Health & Wellbeing

New clues point to the liver playing a causal role in type 2 diabetes

New clues point to the liver p...
Researchers hypothesize excess production of a neurotransmitter in the liver could be a causal factor in type 2 diabetes
Researchers hypothesize excess production of a neurotransmitter in the liver could be a causal factor in type 2 diabetes
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Researchers hypothesize excess production of a neurotransmitter in the liver could be a causal factor in type 2 diabetes
Researchers hypothesize excess production of a neurotransmitter in the liver could be a causal factor in type 2 diabetes

Researchers investigating new diabetes treatments believe they have found evidence indicating excess production of a key neurotransmitter in the liver could be a key causal factor in the onset of insulin resistance. The discovery points to novel preventative treatments for type 2 diabetes.

"Obesity is known to be a cause of type 2 diabetes and, for a long time, we have known that the amount of fat in the liver increases with obesity," says Benjamin Renquist, a University of Arizona researcher working on the project. "As fat increases in the liver, the incidence of diabetes increases."

The link between fat in the liver and diabetes has been known for decades but it has been a mystery exactly how the liver could play a role in insulin sensitivity. The new research focused on Gamma-aminobutyric acid, or GABA, which is an inhibitory central nervous system neurotransmitter. High GABA production decreases nerve activity, and it is through this mechanism the researchers hypothesize the liver influences blood glucose levels.

"When the liver produces GABA, it decreases activity of those nerves that run from the liver to the brain,” explains Renquist. “Thus, fatty liver, by producing GABA, is decreasing firing activity to the brain. That decrease in firing is sensed by the central nervous system, which changes outgoing signals that affect glucose homeostasis."

GABA production in the liver is governed by an enzyme called GABA transaminase. The researchers blocked production of this enzyme in type 2 diabetes animal models to test whether the mechanism played a role in insulin resistance.

"Inhibition of excess liver GABA production restored insulin sensitivity within days," says Carolin Geisler, lead author on two new research papers covering the novel findings. "Longer term inhibition of GABA-transaminase resulted in decreased food intake and weight loss."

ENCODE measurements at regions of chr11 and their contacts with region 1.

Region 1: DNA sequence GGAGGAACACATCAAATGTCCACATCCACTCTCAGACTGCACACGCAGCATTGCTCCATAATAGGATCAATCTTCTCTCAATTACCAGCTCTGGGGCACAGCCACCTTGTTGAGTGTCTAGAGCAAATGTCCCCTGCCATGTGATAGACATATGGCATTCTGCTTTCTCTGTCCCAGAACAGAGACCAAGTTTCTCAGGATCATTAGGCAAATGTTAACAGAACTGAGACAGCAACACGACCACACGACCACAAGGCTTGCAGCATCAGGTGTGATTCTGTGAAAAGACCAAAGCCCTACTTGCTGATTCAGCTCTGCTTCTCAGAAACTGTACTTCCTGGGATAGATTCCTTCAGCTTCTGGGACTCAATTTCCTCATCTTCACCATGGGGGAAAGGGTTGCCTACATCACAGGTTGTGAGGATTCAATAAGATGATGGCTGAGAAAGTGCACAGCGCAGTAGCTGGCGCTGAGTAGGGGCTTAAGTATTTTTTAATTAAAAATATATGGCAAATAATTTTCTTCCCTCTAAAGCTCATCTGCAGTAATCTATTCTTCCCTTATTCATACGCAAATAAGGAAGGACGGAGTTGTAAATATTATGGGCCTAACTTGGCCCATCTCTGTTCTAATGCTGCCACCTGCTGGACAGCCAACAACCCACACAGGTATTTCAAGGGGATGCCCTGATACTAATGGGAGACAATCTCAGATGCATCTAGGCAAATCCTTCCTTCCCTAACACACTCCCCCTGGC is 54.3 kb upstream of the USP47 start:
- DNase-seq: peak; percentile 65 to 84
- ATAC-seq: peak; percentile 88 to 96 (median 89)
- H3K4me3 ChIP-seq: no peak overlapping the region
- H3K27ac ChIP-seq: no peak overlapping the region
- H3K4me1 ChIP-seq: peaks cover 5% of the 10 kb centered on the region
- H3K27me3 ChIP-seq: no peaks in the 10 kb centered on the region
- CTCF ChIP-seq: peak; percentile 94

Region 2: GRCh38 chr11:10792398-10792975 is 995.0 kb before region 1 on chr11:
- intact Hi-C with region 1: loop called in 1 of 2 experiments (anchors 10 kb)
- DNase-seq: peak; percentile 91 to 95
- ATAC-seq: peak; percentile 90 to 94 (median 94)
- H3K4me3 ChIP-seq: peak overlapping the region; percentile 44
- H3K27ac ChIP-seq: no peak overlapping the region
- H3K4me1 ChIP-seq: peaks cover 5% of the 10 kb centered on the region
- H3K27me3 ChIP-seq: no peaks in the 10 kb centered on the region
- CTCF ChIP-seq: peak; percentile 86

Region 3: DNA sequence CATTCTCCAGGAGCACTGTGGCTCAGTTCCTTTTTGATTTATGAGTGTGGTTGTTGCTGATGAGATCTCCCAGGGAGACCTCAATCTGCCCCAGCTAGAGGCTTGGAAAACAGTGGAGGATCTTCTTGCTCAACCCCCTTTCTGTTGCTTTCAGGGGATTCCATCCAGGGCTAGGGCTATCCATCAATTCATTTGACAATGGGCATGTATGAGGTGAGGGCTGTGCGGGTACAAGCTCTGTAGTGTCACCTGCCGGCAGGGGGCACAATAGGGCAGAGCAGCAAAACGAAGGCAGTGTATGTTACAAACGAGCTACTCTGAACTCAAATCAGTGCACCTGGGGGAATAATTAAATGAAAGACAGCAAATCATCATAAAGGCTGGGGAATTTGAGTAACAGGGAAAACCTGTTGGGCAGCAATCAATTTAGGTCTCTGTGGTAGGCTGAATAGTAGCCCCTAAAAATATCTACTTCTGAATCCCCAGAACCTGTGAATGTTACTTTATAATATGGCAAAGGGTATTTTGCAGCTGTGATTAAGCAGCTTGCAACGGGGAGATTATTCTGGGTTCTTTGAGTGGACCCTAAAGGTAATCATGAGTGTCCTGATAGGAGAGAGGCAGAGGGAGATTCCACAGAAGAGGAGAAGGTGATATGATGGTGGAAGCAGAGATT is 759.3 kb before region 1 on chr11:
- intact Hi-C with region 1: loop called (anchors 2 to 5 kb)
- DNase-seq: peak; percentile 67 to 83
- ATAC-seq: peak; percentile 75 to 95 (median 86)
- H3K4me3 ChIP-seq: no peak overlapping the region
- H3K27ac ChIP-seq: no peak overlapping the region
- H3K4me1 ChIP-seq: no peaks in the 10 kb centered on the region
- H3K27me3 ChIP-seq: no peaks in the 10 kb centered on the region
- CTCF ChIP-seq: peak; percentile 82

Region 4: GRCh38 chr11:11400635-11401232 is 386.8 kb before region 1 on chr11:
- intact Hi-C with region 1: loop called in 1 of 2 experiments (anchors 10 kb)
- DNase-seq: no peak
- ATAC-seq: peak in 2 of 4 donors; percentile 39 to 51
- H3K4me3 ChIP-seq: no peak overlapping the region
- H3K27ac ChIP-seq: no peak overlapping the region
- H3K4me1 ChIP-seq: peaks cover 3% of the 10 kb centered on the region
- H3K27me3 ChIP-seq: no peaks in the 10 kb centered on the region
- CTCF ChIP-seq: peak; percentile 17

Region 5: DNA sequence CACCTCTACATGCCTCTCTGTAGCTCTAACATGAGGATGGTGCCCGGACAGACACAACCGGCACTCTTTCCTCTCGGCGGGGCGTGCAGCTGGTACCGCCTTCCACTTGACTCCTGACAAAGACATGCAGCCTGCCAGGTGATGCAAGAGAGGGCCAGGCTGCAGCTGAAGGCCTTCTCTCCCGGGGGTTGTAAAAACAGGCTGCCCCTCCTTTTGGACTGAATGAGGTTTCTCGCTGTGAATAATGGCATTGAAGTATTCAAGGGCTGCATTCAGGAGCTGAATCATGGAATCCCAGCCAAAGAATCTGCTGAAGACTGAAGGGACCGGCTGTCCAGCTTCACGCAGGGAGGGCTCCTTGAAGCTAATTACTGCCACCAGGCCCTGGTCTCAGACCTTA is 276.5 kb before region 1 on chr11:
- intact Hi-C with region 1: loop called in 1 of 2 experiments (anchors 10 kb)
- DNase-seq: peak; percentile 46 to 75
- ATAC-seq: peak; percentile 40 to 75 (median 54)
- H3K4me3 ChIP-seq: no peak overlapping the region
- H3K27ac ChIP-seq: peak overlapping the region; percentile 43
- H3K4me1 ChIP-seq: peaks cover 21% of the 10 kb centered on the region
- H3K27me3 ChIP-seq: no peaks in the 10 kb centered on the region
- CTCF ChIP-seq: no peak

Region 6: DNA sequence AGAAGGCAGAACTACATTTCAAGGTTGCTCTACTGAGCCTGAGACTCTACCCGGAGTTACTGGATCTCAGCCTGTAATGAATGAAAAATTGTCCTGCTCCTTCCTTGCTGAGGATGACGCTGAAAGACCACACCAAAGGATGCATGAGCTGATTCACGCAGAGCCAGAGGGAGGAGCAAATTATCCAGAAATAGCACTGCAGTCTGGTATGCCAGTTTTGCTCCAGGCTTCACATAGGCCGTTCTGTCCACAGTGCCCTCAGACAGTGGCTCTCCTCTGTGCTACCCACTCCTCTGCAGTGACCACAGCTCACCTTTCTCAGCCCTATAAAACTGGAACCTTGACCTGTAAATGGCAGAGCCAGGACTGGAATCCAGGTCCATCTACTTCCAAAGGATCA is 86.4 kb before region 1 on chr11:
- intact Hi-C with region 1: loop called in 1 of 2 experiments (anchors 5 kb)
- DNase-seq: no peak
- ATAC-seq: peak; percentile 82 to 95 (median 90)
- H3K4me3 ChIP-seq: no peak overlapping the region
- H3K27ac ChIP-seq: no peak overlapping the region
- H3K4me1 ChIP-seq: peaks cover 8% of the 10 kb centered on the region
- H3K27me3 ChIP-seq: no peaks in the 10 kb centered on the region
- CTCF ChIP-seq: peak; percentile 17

Confirming these findings in humans, the researchers looked at GABA-related gene activity in subjects with type 2 diabetes. An association was detected between insulin resistance and increased expression of genes in the liver known to play a role in GABA production.

GABA transaminase inhibitors already exist, primarily designed in the past as anticonvulsant medications. A clinical trial is now underway investigating whether one of these already approved GABA transaminase inhibitors can improve insulin sensitivity in obese subjects.

Renquist says these trials are more about understanding the role this particular pathway could play in type 2 diabetes instead of proving these pre-existing drugs can be repurposed. If this liver-GABA mechanism does influence the onset of type 2 diabetes then it will direct researchers toward more specific, potentially preventative treatments.

"A novel pharmacological target is just the first step in application; we are years away from anything reaching the neighborhood pharmacy," adds Renquist. "The magnitude of the obesity crisis makes these promising findings an important first step that we hope will eventually impact the health of our family, friends and community."

The new studies were published in the journal Cell Reports (1), (2).

Source: University of Arizona

1 comment
1 comment
Goodness Rich - You hit this one out of the park!!! (or cricket grounds if you are a Brit)!!!!
I have been convinced for years that metabolic drive toward DM-II is bound to be reversible, but there were no "hormones" other than insulin that triggers or correlates with the disease progression. Along with metabolic syndrome, the satiation signalling has been researched forward and backward to no (real) avail. This GABA Transaminase finding may be a key to unlocking the mystery. Not to solving it by any stretch (although it would be stellar if it proves this simple), but if DM-II can be nipped in the bud the health cost of obesity, cardiac disease, increased infections, peripheral vascular disease affected workers reduced performance & increased sick leave costs - OMG the potential is beyond financial measure!

My peers have lambasted patients (and I was trained to think similarly) for their unwillingness to "push back from the table" and it has been an unkind attitude toward those who already have fallen down the metabolic rabbit hole. I hope this research angle pans out in the near future - too many people suffer from first world exercise, diet, and attitudes that have not helped with their conditions! Maybe we will soon have a reversal of DM-II for all patients - not just the few who can go from sedentary to triathlete conditioned!